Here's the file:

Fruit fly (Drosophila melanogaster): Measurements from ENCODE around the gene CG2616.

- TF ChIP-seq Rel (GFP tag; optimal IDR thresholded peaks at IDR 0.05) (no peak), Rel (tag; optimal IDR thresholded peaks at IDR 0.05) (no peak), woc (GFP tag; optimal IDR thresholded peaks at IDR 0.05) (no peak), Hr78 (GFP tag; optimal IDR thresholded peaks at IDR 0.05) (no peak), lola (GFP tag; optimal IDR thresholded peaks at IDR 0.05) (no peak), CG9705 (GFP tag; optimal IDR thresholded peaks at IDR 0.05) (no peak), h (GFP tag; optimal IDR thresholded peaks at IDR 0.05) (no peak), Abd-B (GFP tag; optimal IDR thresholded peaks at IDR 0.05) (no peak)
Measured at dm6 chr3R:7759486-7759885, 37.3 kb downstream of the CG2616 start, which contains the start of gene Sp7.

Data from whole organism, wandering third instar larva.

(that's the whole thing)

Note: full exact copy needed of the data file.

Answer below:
Fruit fly (Drosophila melanogaster): Measurements from ENCODE around the gene CG2616.

- TF ChIP-seq Rel (GFP tag; optimal IDR thresholded peaks at IDR 0.05) (no peak), Rel (tag; optimal IDR thresholded peaks at IDR 0.05) (no peak), woc (GFP tag; optimal IDR thresholded peaks at IDR 0.05) (no peak), Hr78 (GFP tag; optimal IDR thresholded peaks at IDR 0.05) (no peak), lola (GFP tag; optimal IDR thresholded peaks at IDR 0.05) (no peak), CG9705 (GFP tag; optimal IDR thresholded peaks at IDR 0.05) (no peak), h (GFP tag; optimal IDR thresholded peaks at IDR 0.05) (no peak), Abd-B (GFP tag; optimal IDR thresholded peaks at IDR 0.05) (no peak)
Measured at dm6 chr3R:7759486-7759885, 37.3 kb downstream of the CG2616 start, which contains the start of gene Sp7.

Data from whole organism, wandering third instar larva.